The U.S. literary debut of an up-and-coming Pakistani novelist and journalist.
Ali Sikandar is assigned to cover the arrival of Benazir Bhutto, the opposition leader who has returned home to Karachi after eight years of exile to take part in the presidential race. Already eager to leave for college in the U.S. and marry his forbidden Hindu girlfriend, Ali loses a friend in a horrific explosion and finds himself swept up in events larger than his individual struggle for identity and love when he joins the People’s Resistance Movement, a group that opposes President Musharraf. Amidst deadly terrorist attacks and protest marches, this contemporary narrative thread weaves in flashbacks that chronicle the deep and beautiful tales of Pakistani history, of the mythical gods who once protected this land. Bina Shah, a journalist herself and now a NYT op-ed writer, illustrates with extraordinary depth and keen observation into daily life the many contradictions of a country struggling to make peace with itself.
When one thinks of Pakistan, depending on who you are, your mind might immediately grasp onto stereotyped perceptions of what you think defines its’ cultural identity and heritage. As a reader, thoroughly enamored by her gorgeous, vibrant novel, A Season of Martyrs, a title so fitting, embraces a powerful and illuminating homage blending generations presenting the heart & soul of those in a region whose suffered convictions beg to be heard.
Eloquent and beautifully written, we are swept into a novel alternating between almost the last two hundred years blending a rich history of familial and culture folklore, myths and historical derivatives from events stemming from commentary and research of Sindh’s past and through the present Pakistan. Connecting the history of a feudal family to the Bhuttos, Shah’s American debut illuminates our minds with a captivating literary voice that permeates from beginning to end.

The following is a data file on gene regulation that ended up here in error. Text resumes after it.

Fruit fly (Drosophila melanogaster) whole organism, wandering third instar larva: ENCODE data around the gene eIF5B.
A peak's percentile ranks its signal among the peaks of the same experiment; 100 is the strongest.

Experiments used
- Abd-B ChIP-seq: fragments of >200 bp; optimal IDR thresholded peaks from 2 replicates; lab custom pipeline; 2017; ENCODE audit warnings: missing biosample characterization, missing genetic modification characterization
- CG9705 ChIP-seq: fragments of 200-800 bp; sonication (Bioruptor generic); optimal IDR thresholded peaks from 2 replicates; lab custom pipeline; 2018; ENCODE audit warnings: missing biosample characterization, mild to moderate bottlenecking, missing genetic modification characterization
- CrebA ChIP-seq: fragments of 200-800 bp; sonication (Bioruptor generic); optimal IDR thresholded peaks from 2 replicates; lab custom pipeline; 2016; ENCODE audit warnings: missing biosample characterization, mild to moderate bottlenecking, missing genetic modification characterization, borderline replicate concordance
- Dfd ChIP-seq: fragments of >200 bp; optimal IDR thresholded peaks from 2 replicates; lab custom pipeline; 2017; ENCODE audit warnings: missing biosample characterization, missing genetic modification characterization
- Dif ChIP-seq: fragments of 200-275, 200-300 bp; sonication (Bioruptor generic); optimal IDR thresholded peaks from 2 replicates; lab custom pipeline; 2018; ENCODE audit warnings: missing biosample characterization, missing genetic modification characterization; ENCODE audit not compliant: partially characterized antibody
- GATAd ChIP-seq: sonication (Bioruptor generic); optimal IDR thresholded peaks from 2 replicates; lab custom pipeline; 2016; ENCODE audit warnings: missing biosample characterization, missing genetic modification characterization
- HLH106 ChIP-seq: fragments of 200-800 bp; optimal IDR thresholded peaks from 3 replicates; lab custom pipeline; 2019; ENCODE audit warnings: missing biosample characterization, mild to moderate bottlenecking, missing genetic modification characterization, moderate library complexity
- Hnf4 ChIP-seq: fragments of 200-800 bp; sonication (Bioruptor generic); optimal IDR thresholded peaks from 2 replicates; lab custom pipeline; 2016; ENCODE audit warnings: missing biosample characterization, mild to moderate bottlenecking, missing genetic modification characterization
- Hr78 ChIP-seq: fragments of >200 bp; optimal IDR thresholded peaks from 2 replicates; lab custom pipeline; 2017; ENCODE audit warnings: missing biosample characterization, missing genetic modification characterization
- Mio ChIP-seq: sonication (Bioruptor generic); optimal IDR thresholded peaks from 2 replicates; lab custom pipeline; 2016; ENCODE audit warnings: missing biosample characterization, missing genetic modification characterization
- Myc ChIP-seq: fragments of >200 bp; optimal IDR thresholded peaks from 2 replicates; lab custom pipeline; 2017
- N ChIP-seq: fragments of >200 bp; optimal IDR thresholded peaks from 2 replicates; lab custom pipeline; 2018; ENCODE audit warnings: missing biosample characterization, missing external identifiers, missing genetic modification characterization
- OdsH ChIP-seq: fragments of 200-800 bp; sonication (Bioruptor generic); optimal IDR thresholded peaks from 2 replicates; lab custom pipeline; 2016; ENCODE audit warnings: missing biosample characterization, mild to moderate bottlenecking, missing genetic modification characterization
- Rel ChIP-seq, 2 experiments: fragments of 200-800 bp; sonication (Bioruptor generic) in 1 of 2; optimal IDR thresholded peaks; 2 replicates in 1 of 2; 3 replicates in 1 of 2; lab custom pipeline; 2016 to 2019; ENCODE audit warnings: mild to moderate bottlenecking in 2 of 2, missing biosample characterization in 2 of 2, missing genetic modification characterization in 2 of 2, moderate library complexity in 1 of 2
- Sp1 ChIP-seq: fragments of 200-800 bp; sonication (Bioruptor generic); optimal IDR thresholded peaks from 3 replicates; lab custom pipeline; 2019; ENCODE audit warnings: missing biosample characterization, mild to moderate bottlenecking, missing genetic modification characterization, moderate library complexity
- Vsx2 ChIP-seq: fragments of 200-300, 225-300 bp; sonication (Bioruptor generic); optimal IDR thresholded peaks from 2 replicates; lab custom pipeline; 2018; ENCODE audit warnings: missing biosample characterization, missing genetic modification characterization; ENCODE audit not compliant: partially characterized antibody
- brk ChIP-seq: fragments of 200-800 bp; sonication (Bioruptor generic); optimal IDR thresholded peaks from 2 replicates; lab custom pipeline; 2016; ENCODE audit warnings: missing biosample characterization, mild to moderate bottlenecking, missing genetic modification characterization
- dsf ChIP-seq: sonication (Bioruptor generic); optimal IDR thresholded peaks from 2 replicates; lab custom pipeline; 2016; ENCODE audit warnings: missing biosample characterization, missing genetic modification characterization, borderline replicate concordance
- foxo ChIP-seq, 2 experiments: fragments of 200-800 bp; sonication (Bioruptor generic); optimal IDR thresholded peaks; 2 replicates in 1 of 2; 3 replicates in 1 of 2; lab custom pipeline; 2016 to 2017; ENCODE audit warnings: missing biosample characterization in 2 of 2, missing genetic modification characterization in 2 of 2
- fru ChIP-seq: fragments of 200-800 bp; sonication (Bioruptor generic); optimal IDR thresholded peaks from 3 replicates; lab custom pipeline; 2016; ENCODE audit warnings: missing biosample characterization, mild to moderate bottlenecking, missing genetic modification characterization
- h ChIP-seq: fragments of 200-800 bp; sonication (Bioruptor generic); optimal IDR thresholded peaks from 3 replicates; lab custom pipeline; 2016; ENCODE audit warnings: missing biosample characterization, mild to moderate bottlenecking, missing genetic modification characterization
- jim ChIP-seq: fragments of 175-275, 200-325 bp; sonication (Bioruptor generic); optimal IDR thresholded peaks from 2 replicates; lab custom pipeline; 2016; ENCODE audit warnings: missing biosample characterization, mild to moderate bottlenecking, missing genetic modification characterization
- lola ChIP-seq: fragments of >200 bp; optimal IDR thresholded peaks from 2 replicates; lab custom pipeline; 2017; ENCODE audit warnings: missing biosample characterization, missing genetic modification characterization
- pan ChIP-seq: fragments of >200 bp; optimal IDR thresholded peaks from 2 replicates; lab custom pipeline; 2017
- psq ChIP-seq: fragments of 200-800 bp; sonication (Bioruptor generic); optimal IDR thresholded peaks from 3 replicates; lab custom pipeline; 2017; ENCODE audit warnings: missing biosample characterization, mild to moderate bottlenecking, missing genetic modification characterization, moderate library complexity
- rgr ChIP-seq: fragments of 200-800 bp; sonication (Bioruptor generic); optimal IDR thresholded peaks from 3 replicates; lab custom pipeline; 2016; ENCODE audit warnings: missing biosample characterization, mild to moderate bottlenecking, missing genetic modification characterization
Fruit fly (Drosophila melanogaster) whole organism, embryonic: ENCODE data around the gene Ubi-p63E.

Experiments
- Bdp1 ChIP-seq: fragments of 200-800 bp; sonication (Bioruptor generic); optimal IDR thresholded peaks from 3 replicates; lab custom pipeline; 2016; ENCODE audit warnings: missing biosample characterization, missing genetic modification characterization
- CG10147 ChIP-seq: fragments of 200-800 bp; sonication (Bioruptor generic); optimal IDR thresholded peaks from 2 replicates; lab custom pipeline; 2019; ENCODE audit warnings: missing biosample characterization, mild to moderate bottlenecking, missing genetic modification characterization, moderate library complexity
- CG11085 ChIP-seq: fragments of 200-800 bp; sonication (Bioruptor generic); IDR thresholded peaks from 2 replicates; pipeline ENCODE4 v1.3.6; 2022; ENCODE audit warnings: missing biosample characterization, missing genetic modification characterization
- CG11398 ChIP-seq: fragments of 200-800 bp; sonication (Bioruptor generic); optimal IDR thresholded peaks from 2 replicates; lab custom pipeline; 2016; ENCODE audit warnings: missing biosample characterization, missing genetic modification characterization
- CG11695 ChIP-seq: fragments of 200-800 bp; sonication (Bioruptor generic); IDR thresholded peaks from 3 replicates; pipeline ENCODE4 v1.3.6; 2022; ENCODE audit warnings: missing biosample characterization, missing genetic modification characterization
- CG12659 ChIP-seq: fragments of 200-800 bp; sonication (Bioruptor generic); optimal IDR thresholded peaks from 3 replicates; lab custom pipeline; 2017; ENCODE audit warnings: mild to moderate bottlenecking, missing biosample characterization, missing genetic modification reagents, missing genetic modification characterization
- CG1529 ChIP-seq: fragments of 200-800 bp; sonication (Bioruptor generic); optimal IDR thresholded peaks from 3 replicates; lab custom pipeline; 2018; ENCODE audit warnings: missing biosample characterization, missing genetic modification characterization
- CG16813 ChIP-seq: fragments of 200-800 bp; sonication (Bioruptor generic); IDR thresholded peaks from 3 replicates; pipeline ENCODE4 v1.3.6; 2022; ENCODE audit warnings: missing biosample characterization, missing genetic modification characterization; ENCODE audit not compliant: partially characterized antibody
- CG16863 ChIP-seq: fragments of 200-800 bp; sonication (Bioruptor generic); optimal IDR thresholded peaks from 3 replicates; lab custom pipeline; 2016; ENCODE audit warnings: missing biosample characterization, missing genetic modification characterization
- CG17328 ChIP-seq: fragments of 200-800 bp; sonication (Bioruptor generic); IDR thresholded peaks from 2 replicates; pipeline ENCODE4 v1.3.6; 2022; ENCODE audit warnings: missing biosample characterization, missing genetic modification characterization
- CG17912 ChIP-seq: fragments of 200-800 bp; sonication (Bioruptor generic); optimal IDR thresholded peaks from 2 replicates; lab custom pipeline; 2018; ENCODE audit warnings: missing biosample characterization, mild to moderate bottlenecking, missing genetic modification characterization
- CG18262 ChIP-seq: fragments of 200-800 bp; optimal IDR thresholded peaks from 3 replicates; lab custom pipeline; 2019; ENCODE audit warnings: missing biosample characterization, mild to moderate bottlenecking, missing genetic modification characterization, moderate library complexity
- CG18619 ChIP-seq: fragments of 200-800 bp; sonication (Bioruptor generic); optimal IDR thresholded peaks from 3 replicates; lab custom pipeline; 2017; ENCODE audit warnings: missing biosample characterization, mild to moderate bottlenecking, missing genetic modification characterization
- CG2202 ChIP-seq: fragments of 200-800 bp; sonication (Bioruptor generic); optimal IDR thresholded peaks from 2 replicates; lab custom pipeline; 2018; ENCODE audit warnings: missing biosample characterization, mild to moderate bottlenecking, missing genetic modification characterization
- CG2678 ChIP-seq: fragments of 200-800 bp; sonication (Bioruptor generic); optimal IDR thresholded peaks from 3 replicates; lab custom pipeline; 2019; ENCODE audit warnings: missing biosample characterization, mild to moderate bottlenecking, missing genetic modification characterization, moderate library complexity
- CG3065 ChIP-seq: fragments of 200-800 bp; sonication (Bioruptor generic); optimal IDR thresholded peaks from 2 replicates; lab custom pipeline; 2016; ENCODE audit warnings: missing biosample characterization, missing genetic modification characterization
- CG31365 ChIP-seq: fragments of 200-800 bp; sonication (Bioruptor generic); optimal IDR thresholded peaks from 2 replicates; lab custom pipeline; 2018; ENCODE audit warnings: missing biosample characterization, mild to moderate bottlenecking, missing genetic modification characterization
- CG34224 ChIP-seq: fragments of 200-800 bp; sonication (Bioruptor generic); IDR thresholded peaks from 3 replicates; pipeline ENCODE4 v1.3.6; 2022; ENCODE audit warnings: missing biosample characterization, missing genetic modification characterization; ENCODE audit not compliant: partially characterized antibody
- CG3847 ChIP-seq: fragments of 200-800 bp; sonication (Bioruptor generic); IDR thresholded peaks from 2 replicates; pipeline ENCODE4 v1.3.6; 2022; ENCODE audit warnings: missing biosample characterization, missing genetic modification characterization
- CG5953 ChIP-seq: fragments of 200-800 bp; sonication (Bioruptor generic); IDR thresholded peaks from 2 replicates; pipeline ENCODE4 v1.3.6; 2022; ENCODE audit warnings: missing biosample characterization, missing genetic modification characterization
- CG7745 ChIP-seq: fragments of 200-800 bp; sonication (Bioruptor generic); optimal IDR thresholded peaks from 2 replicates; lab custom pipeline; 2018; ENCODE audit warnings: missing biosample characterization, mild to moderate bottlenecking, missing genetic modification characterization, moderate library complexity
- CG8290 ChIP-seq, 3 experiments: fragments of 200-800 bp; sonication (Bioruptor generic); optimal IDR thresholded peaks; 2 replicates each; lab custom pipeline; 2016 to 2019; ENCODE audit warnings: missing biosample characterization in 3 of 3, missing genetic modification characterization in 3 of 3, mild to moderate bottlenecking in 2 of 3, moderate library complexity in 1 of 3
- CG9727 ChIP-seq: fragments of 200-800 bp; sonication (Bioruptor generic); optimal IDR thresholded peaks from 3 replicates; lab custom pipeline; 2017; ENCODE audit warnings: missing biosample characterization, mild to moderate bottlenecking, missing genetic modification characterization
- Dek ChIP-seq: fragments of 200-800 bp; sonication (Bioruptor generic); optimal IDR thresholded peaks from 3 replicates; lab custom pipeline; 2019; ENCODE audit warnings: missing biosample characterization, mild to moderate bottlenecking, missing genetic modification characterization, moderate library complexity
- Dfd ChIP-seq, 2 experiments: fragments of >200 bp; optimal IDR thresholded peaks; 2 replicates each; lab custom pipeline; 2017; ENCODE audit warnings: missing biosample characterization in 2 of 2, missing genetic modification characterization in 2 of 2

The novel can be broken down into two blended central themes. One is the perspective told through the eyes of a young journalist named Ali. Ali brings a perspective to the book that represents a voice that never gets heard. He is someone who has had it hard but is determined not to let history repeat itself nor become the expected statistic. His passionate voice from his story of forbidden love with someone who would be considered taboo, familial issues of abandonment, political conflicts and his journey to finding himself opens the reader to a world that many here from a Western perspective don’t really see. Being in a country that’s core is democracy, daily life is taken for granted that you have the freedom to say what you want, live how you want and be who you want without being punished or persecuted. So empowering to see his character evolve and fight for a voice whose silence would be safer, challenges the cultural norms that defined what he is supposed to be.
Beyond his story perspective, there is the connection to what I would consider the second theme of the book that involves the former Prime Minister Benazir Bhutto with her arrival into Pakistan from exile. The focus within the book was concentrated on the last couple of months of her life until her assassination but we learned through the history of his family her connection with them. What I really loved about her portrayal in the book was that despite the political conflicts and the consequences of believing in a movement that was against the mainstream belief, as a woman in a cultural that having this sort of power was not the norm, it was inspiring to read. I was in my twenties when Benazir was killed but remember how incredible it was for a woman to have such an influence and so much power was amazing consider the limited opportunities for women.
Overall, I thought this book was amazing. The way she blended the past and the present bringing to life the culture and history of Sindh was such a brilliant narrative. Such a compelling storyteller, you will not only fall in love with the story being told but appreciate the true valor in risking everything for your voice to be heard. I would definitely add this one to your upcoming reading list.
Reviewed by Michelle Bowles
Pages: 288 pages
Publisher: Delphinium (November 4, 2014)